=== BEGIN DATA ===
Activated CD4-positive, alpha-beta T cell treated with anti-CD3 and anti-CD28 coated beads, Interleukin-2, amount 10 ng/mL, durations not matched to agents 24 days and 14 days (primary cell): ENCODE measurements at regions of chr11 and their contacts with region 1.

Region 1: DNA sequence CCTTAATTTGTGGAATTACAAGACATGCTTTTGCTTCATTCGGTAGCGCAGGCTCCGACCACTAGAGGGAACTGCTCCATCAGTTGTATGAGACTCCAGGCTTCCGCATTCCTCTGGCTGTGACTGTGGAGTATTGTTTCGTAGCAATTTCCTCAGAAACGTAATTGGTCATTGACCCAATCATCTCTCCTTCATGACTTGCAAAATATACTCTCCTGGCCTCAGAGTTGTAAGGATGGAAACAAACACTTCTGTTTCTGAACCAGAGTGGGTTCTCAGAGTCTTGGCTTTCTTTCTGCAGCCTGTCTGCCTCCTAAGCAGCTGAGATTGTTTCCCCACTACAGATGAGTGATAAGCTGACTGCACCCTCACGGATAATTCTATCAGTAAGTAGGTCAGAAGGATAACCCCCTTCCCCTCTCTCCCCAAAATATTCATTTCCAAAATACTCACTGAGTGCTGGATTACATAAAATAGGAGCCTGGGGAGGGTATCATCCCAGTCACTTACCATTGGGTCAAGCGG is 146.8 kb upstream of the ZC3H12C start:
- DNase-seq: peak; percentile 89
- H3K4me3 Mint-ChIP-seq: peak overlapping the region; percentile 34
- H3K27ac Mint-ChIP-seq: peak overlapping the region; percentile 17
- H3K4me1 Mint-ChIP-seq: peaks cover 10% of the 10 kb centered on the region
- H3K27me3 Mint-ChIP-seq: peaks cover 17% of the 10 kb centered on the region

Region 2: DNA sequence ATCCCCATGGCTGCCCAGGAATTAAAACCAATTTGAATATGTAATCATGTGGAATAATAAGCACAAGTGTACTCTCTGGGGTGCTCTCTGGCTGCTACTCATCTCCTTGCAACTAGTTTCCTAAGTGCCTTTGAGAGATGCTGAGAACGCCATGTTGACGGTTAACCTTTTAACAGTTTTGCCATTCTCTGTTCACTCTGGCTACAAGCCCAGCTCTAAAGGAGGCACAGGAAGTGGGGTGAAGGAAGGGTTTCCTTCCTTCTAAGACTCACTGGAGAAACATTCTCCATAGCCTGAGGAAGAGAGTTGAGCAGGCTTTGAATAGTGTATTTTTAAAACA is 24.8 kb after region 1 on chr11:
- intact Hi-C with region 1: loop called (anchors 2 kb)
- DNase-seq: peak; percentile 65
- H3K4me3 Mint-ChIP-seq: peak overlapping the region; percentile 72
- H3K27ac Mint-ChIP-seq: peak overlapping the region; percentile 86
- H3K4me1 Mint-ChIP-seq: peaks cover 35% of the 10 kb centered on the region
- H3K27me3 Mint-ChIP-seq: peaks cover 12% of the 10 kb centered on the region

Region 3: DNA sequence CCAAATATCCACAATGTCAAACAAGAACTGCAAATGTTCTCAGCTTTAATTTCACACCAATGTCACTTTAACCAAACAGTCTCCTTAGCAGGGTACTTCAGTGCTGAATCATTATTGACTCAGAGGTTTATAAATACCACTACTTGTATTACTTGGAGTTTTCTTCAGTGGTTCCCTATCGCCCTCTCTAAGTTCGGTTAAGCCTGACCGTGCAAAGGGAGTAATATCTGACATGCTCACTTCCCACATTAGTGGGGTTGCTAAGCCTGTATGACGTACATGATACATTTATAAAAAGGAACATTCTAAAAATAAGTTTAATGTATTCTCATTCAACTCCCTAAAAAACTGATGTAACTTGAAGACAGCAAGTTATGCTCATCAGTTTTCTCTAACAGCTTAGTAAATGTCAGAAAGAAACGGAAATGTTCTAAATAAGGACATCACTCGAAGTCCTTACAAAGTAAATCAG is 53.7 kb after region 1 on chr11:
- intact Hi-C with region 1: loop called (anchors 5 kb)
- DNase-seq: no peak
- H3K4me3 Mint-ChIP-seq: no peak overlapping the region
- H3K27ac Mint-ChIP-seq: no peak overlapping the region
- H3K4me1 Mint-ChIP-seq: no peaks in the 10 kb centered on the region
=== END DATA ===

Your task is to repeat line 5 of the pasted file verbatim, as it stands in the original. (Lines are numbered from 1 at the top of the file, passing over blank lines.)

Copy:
- H3K27ac Mint-ChIP-seq: peak overlapping the region; percentile 17